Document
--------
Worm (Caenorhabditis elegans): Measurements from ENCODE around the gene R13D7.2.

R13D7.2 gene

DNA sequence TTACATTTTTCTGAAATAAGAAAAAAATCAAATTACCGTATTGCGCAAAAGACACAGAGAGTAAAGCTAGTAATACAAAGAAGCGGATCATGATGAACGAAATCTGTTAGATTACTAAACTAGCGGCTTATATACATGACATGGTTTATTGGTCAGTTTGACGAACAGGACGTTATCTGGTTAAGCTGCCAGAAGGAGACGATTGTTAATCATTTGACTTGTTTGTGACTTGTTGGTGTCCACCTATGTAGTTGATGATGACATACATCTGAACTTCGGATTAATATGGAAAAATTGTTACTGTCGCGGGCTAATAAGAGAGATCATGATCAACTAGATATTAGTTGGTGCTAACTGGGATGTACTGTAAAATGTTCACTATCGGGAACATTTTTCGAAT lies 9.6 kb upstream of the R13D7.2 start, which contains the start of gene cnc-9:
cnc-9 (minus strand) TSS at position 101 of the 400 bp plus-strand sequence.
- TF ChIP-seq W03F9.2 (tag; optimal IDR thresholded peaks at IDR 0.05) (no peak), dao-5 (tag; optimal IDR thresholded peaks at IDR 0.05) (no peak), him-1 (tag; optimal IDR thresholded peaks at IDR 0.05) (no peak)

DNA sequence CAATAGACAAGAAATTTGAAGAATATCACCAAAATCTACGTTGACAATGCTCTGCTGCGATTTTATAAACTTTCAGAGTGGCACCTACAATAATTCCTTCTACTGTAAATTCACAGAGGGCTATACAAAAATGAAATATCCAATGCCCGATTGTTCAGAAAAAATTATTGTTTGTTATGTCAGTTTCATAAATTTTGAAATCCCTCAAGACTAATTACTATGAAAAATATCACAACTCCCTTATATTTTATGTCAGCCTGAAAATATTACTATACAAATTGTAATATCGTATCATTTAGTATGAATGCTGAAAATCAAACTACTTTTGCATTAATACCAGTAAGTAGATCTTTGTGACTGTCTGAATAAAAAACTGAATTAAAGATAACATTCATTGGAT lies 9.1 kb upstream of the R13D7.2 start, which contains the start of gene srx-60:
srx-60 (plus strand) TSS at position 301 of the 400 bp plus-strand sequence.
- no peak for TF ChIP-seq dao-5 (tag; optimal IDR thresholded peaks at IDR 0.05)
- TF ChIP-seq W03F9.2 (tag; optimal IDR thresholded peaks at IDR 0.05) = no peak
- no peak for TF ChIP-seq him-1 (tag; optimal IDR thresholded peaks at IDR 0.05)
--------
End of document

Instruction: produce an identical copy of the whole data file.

Worm (Caenorhabditis elegans): Measurements from ENCODE around the gene R13D7.2.

R13D7.2 gene

DNA sequence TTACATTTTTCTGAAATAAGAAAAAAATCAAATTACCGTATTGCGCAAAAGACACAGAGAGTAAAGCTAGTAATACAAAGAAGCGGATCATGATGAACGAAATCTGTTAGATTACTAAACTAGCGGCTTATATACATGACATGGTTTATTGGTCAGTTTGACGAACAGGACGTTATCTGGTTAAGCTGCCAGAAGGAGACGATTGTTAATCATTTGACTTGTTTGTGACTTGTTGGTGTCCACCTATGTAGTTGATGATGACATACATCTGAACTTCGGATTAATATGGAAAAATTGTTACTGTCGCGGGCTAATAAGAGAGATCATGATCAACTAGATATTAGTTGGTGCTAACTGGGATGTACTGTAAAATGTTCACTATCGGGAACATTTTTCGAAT lies 9.6 kb upstream of the R13D7.2 start, which contains the start of gene cnc-9:
cnc-9 (minus strand) TSS at position 101 of the 400 bp plus-strand sequence.
- TF ChIP-seq W03F9.2 (tag; optimal IDR thresholded peaks at IDR 0.05) (no peak), dao-5 (tag; optimal IDR thresholded peaks at IDR 0.05) (no peak), him-1 (tag; optimal IDR thresholded peaks at IDR 0.05) (no peak)

DNA sequence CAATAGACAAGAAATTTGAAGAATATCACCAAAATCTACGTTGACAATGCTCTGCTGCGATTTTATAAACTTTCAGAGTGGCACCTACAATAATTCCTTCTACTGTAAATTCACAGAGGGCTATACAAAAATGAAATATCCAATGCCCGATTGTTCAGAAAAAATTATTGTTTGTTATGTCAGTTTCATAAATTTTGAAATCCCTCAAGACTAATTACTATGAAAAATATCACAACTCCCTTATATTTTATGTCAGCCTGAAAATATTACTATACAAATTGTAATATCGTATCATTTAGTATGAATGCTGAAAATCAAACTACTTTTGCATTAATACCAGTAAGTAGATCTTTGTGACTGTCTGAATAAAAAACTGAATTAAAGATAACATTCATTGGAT lies 9.1 kb upstream of the R13D7.2 start, which contains the start of gene srx-60:
srx-60 (plus strand) TSS at position 301 of the 400 bp plus-strand sequence.
- no peak for TF ChIP-seq dao-5 (tag; optimal IDR thresholded peaks at IDR 0.05)
- TF ChIP-seq W03F9.2 (tag; optimal IDR thresholded peaks at IDR 0.05) = no peak
- no peak for TF ChIP-seq him-1 (tag; optimal IDR thresholded peaks at IDR 0.05)